About 200 years ago it was discovered that diamond, like graphite, was made entirely of carbon. One brilliantly reflective, the other black; one hard, the other soft. How was it possible that two things with properties so contrasted could be made of the same thing? With this discovery came an extraordinary insight: what mattered was not the element itself, for the single carbon atom in isolation had no particular properties. What mattered was the bond structure.
So what does this mean? A chemical bond is simply a probability of how much time electrons from one atom spend hanging around in the space of another. In the case of the diamond the carbon atoms are strongly bonded to each of their four closest neighbours giving it the property of hardness. And so closely engaged are these atoms that when light energy enters … Read More »
The Physics of Friendship: Do we make friendships no differently than a bunch of particles bouncing around?
The Physics of Friendship (This is an easy to read writeup on the actual paper)By comparing people to mobile particles randomly bouncing off each other, scientists have developed a new model for social networks. The model fits with empirical data to naturally reproduce the community structure, clustering and evolution of general acquaintances and … Read More »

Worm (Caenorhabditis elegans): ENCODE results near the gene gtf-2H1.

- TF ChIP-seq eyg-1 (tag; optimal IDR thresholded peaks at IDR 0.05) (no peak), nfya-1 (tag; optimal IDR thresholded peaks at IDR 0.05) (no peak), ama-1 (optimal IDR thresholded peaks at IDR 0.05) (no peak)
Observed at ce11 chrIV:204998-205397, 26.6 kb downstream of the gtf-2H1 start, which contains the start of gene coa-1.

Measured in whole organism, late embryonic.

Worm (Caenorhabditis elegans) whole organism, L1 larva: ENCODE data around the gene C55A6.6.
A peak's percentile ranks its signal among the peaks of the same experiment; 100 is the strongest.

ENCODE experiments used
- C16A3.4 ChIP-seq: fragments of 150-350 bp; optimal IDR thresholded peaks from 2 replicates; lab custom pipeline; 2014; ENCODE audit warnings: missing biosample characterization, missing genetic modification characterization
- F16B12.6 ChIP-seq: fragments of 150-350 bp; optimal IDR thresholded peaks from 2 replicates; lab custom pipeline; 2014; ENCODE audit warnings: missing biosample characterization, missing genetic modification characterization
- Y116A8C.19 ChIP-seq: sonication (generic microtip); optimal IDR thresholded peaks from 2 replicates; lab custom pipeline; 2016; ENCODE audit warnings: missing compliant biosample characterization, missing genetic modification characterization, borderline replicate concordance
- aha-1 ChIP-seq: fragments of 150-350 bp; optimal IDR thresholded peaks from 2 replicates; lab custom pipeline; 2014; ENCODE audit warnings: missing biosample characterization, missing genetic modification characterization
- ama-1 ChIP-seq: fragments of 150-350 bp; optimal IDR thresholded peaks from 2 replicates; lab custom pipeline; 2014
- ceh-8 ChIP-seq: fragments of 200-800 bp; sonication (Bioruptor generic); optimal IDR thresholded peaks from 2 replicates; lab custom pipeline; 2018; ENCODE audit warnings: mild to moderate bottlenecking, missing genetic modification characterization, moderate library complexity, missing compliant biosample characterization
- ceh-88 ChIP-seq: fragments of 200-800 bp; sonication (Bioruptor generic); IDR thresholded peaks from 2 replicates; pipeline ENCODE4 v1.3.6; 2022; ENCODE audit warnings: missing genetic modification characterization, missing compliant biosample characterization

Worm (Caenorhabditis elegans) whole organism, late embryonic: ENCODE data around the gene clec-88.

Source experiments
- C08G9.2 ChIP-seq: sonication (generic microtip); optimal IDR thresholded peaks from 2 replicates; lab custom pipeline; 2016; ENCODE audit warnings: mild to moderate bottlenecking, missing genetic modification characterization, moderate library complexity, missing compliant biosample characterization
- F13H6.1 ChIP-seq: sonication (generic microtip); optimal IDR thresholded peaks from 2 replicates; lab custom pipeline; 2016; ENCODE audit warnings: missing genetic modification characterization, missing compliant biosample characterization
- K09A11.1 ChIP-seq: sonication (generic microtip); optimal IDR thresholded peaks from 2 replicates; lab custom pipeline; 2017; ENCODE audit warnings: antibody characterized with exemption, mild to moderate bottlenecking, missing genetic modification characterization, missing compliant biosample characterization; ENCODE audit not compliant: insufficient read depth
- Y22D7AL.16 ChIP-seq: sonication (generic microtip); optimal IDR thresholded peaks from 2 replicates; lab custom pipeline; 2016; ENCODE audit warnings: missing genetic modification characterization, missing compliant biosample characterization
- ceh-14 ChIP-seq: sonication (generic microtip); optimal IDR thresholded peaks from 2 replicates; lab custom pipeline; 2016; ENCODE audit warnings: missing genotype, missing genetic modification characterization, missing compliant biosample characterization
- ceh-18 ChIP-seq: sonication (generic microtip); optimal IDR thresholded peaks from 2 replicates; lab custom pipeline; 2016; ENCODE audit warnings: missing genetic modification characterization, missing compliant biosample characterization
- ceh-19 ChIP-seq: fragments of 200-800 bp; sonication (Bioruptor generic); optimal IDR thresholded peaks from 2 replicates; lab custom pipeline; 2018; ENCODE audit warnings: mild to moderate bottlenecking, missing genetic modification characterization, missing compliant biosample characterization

Linked: How everything is connected to everything else and what it means for business, science and everyday life
This is a lazy post. I’ve wanted to write an intro to the extraordinary magic of networks but just haven’t had time to do it yet. So for now I’m going to refer you to Linked, a book by Albert-Laszlo Barabasi, which is an easy read. At least check out the intro through Amazon’s look inside feature.
Barabasi has been one of the pioneers in the study of networks, including human and cellular networks and has something to say about virtually every aspect of human networks.